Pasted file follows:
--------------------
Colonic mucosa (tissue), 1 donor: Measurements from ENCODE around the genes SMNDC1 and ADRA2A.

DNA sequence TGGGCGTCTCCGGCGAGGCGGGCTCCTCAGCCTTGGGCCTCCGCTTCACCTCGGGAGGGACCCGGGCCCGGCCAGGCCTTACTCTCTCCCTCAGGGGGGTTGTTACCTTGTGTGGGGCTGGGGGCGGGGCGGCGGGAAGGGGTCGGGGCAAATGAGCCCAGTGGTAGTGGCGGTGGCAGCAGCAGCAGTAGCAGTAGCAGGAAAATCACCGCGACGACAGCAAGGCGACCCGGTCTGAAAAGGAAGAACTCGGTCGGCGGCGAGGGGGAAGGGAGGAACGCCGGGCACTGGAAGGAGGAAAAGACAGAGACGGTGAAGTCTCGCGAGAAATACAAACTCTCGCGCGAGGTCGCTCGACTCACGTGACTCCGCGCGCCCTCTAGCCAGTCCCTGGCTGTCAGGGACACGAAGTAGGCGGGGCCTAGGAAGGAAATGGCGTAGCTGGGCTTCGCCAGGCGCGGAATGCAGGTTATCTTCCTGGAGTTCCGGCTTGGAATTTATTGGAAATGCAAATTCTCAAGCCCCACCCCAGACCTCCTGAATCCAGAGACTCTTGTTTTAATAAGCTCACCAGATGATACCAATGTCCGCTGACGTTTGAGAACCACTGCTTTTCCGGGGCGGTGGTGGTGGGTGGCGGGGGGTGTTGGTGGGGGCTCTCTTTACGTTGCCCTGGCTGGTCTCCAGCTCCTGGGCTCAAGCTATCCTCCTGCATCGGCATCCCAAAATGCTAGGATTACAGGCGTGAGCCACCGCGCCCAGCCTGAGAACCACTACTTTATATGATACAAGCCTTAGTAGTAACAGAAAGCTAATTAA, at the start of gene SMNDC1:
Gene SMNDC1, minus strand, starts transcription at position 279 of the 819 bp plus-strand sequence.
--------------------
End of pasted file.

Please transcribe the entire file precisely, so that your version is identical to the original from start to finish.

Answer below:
Colonic mucosa (tissue), 1 donor: Measurements from ENCODE around the genes SMNDC1 and ADRA2A.

DNA sequence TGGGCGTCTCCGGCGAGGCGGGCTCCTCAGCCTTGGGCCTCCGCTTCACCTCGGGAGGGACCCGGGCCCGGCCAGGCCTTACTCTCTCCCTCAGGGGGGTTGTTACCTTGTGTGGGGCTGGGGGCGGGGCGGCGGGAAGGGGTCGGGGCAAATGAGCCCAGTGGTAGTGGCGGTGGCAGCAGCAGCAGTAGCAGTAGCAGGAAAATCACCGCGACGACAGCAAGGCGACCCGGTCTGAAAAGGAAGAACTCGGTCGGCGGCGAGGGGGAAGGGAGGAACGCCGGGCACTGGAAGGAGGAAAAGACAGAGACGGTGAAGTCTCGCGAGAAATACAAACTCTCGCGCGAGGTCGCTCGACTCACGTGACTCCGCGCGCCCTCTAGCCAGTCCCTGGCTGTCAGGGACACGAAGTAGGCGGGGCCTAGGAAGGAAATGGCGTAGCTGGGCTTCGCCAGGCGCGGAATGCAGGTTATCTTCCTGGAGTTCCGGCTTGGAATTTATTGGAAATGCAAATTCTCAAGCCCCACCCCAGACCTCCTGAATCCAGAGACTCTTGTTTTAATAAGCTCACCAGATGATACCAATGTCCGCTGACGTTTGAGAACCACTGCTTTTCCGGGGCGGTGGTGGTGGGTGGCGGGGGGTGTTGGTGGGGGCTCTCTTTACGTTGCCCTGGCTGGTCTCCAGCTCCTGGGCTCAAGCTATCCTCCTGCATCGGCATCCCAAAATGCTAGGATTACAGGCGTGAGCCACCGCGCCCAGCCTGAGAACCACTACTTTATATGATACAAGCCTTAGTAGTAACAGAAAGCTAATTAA, at the start of gene SMNDC1:
Gene SMNDC1, minus strand, starts transcription at position 279 of the 819 bp plus-strand sequence.